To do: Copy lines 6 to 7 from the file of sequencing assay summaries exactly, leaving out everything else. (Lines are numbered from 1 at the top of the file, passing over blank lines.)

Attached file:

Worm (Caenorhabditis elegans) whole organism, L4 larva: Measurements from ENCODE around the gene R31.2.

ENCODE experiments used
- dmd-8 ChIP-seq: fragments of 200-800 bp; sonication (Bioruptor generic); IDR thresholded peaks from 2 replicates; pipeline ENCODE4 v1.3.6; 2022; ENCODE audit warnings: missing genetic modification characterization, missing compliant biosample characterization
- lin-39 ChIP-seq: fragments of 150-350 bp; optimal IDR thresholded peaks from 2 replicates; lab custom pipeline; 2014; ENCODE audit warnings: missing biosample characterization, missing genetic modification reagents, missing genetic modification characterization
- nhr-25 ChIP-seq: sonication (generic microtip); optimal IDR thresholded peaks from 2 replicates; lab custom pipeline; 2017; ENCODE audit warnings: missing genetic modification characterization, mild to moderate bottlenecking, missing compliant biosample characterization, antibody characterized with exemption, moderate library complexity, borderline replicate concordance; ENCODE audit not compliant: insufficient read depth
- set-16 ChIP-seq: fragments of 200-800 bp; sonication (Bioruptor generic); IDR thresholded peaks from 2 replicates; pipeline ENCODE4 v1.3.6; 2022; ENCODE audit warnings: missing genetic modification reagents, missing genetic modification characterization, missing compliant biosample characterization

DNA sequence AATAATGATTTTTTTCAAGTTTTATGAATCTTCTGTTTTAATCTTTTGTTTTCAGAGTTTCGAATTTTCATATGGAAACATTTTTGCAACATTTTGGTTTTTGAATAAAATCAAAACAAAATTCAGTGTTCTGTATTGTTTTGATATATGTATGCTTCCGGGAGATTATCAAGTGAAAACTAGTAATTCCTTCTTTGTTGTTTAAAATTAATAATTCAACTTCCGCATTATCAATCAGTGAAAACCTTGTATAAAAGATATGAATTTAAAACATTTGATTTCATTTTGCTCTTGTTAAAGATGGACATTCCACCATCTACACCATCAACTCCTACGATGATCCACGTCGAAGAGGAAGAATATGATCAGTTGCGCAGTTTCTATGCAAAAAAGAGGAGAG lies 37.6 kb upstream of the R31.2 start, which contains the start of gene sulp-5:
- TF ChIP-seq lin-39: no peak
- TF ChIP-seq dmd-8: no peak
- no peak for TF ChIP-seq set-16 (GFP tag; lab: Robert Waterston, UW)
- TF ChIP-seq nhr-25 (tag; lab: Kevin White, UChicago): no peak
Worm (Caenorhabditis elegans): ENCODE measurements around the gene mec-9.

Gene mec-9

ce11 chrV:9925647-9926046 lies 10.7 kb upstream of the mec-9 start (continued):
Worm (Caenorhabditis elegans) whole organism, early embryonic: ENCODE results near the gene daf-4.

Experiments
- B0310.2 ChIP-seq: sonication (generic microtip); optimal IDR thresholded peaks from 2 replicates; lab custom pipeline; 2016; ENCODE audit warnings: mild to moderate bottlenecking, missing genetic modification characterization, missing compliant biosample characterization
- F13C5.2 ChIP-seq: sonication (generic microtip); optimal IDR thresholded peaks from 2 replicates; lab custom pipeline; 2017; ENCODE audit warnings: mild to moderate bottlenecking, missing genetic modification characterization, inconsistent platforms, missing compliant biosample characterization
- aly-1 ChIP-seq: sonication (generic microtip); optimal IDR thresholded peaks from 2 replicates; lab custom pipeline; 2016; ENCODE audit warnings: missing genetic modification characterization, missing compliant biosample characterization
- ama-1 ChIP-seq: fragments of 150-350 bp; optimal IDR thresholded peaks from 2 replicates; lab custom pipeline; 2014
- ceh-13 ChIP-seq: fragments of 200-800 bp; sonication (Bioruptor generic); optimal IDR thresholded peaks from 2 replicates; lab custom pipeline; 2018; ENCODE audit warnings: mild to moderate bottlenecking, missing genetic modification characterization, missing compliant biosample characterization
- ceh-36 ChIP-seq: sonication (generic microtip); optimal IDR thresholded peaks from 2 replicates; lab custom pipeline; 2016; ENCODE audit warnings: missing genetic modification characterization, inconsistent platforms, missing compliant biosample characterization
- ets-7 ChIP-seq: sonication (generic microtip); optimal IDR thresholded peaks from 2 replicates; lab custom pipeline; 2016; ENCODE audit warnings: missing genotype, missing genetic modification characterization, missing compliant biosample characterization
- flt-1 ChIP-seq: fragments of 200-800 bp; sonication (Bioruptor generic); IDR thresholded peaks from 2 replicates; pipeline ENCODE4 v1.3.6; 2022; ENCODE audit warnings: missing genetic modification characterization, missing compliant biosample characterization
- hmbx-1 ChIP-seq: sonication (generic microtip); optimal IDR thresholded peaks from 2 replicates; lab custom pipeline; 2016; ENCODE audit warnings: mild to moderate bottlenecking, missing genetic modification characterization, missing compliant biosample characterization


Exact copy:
- set-16 ChIP-seq: fragments of 200-800 bp; sonication (Bioruptor generic); IDR thresholded peaks from 2 replicates; pipeline ENCODE4 v1.3.6; 2022; ENCODE audit warnings: missing genetic modification reagents, missing genetic modification characterization, missing compliant biosample characterization

DNA sequence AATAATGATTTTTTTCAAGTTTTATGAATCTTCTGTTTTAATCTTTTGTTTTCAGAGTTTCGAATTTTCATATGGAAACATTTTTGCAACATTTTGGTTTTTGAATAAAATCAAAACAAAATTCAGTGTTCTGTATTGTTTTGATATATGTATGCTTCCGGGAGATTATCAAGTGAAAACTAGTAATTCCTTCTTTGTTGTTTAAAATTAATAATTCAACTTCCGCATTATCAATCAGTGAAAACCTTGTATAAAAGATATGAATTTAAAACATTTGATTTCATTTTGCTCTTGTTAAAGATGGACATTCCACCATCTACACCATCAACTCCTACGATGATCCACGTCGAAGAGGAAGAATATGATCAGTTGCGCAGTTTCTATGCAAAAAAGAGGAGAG lies 37.6 kb upstream of the R31.2 start, which contains the start of gene sulp-5: